Watching with interest to see if anybody has any miracle solutions.

MrsWinnibago Mon 12-May-14 18:30:24

Both of my DDs are like that gastro and the miracle solution is the word "No"

That's it!

hillyhilly Mon 12-May-14 21:39:03

They have to stay to the end of the sale - I run it.

MrsWinnibago Thu 15-May-14 21:51:46

What...all of them? Every time? Don't do it if it means they behave like that then. I've run stalls now and then and mine get a set amount of money and that's that.

JiltedJohnsJulie Thu 15-May-14 22:14:33

Agree. Give them set money or don't do the sale.

hillyhilly Tue 20-May-14 10:07:48

I did tell ds last time that if he behaved like that again I won't do any more and he will have to explain why. They are once a month (maybe 6 per year in total) and are a lovely event that builds community and raises lots of funds. I would be very loathe to stop them because I can't get my children to control themselves (plus that won't actually get rid of the problem will it?).

MrsWinnibago Tue 20-May-14 10:11:04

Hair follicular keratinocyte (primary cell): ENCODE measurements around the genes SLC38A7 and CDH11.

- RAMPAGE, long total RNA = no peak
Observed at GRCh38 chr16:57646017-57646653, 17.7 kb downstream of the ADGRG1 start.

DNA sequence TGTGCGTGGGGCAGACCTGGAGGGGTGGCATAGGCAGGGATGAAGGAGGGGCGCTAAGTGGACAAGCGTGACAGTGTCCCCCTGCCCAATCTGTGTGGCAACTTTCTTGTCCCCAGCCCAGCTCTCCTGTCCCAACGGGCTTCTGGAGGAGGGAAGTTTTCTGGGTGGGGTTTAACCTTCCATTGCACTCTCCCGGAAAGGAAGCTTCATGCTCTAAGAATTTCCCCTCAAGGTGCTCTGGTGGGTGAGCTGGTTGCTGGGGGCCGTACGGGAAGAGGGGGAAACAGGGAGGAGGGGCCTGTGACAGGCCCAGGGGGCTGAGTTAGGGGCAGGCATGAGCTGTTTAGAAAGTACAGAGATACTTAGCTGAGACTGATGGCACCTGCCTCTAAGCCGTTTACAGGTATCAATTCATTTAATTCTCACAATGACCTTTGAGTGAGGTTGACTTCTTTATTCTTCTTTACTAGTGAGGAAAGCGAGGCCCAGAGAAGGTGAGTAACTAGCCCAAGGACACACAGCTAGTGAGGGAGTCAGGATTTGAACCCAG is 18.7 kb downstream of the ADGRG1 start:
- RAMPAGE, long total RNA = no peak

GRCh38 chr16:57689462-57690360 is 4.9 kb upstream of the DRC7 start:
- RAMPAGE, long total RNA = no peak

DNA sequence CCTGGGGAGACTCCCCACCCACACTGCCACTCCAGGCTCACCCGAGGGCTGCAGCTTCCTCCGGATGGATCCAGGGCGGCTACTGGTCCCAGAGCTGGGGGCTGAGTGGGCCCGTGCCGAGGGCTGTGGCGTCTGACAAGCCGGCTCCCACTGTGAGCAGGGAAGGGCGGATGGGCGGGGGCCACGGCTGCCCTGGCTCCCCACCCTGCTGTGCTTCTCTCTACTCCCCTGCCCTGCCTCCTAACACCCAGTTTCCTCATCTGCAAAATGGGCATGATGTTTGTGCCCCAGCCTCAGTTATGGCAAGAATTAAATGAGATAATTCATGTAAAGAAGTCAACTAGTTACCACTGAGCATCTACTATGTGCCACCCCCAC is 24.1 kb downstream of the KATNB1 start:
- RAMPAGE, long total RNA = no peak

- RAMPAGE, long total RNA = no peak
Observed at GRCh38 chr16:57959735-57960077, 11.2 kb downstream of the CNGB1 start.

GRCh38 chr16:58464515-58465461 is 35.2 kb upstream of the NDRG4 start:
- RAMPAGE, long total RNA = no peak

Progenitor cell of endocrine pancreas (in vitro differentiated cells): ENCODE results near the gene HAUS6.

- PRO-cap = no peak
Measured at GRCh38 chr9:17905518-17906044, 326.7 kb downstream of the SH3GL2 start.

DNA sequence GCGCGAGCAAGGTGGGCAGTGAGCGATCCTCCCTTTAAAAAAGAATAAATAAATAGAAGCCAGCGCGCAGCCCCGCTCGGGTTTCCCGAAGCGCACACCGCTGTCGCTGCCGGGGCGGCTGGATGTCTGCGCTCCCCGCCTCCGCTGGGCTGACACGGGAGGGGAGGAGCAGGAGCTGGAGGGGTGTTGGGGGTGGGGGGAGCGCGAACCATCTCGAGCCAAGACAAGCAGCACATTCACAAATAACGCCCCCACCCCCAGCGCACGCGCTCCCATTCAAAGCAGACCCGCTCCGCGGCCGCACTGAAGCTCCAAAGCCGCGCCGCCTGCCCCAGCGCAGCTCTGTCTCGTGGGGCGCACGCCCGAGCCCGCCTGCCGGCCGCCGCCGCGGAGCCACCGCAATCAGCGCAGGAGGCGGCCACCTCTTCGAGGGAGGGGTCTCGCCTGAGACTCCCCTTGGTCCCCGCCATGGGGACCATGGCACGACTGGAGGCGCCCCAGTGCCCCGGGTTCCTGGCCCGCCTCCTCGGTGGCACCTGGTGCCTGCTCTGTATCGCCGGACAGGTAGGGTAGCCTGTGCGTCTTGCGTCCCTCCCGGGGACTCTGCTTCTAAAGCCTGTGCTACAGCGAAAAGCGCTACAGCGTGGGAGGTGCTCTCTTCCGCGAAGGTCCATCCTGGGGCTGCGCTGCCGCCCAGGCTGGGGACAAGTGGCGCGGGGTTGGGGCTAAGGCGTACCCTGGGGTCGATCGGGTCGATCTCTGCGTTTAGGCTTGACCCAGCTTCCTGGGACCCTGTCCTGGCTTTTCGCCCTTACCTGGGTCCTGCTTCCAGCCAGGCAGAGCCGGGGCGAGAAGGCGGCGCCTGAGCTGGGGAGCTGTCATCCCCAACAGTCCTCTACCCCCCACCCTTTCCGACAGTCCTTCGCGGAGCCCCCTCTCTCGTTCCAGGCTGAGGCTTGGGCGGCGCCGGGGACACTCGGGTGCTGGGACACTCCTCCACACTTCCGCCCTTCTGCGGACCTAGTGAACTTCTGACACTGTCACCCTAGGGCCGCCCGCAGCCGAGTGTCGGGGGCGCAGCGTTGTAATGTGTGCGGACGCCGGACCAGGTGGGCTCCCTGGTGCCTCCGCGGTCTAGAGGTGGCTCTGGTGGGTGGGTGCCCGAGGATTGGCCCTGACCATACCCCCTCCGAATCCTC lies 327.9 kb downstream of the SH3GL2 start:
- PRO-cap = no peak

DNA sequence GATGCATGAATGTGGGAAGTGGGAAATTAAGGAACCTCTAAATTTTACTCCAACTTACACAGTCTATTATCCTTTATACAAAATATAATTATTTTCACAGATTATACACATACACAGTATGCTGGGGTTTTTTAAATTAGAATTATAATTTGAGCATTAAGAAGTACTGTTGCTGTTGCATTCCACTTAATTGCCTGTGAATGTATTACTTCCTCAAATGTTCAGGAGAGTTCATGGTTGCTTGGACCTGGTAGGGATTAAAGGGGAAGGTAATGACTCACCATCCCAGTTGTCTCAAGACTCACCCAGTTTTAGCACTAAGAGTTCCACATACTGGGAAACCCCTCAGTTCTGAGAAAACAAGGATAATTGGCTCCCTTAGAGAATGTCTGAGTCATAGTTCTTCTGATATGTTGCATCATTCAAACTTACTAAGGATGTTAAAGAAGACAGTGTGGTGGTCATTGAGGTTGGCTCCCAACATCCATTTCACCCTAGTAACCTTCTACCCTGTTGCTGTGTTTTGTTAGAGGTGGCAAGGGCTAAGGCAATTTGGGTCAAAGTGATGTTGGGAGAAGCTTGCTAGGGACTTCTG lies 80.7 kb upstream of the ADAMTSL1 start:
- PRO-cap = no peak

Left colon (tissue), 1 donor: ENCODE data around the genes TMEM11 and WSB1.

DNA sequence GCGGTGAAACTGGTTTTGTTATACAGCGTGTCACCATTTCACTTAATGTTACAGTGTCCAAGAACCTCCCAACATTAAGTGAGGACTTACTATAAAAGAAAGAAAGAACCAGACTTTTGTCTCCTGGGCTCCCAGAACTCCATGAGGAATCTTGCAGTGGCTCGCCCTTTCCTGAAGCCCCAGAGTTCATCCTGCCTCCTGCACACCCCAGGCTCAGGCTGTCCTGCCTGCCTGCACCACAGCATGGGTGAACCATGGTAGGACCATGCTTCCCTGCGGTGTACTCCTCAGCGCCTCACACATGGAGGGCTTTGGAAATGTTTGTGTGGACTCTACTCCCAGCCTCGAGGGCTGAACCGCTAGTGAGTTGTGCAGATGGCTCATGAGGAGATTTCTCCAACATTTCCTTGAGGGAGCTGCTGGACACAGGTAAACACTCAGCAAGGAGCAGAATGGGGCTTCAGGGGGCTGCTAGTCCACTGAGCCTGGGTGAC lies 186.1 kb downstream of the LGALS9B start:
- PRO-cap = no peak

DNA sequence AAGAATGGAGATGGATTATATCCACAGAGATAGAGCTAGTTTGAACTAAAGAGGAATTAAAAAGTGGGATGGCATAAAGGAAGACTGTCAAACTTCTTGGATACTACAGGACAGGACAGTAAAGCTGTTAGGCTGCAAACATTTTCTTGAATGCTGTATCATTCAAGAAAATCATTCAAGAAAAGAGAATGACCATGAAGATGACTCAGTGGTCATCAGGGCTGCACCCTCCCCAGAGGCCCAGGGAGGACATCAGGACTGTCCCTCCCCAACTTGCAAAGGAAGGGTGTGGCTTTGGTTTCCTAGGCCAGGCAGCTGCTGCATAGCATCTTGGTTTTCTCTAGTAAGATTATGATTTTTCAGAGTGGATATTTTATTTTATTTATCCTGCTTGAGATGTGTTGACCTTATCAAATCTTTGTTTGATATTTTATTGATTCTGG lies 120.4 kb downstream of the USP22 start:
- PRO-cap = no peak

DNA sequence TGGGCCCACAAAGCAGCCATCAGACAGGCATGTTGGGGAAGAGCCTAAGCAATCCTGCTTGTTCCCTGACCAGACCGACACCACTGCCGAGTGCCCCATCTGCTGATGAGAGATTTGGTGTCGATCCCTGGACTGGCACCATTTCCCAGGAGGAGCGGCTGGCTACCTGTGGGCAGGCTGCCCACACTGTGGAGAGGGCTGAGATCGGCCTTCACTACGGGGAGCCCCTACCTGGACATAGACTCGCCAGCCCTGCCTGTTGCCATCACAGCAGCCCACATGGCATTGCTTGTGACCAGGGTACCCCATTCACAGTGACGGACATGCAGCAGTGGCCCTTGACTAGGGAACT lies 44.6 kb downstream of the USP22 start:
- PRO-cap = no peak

No it won't you're right. I think you should definitely tell them that it's one cake and one drink...after that they can help you on the stall or go and play. And don't budge. 3-4 cakes is far too many.

Davsmum Tue 20-May-14 15:59:47

Children often do not have self control or a stop button - That is why they have parents.
My sisters children are like this and although my sister says they don't have too many treats at home - the truth is they DO. They have access to the 'treats' cupboard - and they tend to ask for stuff when they are bored.
I think it becomes a habit to say 'I am hungry' and it becomes a habit to eat instead of finding something else to do.

There is nothing wrong in providing healthy snacks for children to take to school - they don't have to be given money.

spots Tue 20-May-14 16:05:38

My only strategy in the face of this from my 4 year old DD is to make it clear beforehand exactly what she will be allowed. eg - at a cake sale, emphasise repeatedly before getting there that it will be one cake, one drink (or whatever) - or sometimes, just to show that it is possible, I risk meltdown in the shop by saying it will be a 'no treats' shop (but that next time she can choose a juice or something). I hope that by saying the words, she will have the reasonable quantity in her own mind as a guide and will some day manage to use it herself. We'll see if it works...

bluewisteria Sun 25-May-14 18:31:07

Are they thirsty? I find that if mine are thirsty or haven't drunk quite enough throughout the day, then they want sugar.... Also, if they drink a lot of juice it makes the situation worse - sugar, crash, need more sugar etc.
Can you find alternatives to juice? Milk, water etc